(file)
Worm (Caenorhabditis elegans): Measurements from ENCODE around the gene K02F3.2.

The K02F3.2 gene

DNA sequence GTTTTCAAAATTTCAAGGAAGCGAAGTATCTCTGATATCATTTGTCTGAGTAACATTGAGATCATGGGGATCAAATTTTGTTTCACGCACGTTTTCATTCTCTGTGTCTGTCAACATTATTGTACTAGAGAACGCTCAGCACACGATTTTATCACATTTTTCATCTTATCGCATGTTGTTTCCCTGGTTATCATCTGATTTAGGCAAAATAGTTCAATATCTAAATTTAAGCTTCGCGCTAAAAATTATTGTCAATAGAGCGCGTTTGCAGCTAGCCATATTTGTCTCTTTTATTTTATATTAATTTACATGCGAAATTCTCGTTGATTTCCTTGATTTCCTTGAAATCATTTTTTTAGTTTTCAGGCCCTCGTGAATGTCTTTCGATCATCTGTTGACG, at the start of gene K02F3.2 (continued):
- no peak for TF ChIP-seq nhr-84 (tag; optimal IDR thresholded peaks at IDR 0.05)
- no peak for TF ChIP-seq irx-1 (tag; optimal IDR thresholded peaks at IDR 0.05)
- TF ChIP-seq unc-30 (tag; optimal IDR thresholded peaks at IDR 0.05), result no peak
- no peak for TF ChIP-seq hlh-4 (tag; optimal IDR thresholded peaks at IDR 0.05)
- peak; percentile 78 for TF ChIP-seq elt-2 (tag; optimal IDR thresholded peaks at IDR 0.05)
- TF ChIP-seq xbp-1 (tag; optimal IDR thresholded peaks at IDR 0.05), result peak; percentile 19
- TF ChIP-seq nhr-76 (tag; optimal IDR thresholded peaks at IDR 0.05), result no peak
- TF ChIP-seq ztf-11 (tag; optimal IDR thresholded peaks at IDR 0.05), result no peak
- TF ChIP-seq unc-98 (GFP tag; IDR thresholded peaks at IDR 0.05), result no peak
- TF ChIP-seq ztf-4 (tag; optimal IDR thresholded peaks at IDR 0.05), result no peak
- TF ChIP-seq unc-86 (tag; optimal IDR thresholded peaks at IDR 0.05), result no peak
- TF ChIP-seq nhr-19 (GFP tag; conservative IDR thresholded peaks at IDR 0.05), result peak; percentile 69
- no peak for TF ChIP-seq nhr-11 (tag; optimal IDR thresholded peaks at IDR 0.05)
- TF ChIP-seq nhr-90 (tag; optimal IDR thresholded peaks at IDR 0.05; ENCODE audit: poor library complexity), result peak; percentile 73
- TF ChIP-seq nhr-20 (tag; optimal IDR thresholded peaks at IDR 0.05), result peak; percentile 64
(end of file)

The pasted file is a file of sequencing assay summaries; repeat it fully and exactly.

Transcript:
Worm (Caenorhabditis elegans): Measurements from ENCODE around the gene K02F3.2.

The K02F3.2 gene

DNA sequence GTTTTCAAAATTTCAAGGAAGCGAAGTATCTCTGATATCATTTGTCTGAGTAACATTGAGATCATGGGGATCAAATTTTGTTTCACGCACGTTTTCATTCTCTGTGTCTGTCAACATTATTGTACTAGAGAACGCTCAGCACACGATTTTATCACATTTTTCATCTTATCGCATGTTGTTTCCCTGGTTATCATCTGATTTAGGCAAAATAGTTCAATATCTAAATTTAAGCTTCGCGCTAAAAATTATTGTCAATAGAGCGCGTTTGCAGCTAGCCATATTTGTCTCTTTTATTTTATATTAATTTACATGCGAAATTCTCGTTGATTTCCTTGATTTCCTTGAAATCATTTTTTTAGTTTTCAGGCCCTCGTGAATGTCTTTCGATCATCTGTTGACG, at the start of gene K02F3.2 (continued):
- no peak for TF ChIP-seq nhr-84 (tag; optimal IDR thresholded peaks at IDR 0.05)
- no peak for TF ChIP-seq irx-1 (tag; optimal IDR thresholded peaks at IDR 0.05)
- TF ChIP-seq unc-30 (tag; optimal IDR thresholded peaks at IDR 0.05), result no peak
- no peak for TF ChIP-seq hlh-4 (tag; optimal IDR thresholded peaks at IDR 0.05)
- peak; percentile 78 for TF ChIP-seq elt-2 (tag; optimal IDR thresholded peaks at IDR 0.05)
- TF ChIP-seq xbp-1 (tag; optimal IDR thresholded peaks at IDR 0.05), result peak; percentile 19
- TF ChIP-seq nhr-76 (tag; optimal IDR thresholded peaks at IDR 0.05), result no peak
- TF ChIP-seq ztf-11 (tag; optimal IDR thresholded peaks at IDR 0.05), result no peak
- TF ChIP-seq unc-98 (GFP tag; IDR thresholded peaks at IDR 0.05), result no peak
- TF ChIP-seq ztf-4 (tag; optimal IDR thresholded peaks at IDR 0.05), result no peak
- TF ChIP-seq unc-86 (tag; optimal IDR thresholded peaks at IDR 0.05), result no peak
- TF ChIP-seq nhr-19 (GFP tag; conservative IDR thresholded peaks at IDR 0.05), result peak; percentile 69
- no peak for TF ChIP-seq nhr-11 (tag; optimal IDR thresholded peaks at IDR 0.05)
- TF ChIP-seq nhr-90 (tag; optimal IDR thresholded peaks at IDR 0.05; ENCODE audit: poor library complexity), result peak; percentile 73
- TF ChIP-seq nhr-20 (tag; optimal IDR thresholded peaks at IDR 0.05), result peak; percentile 64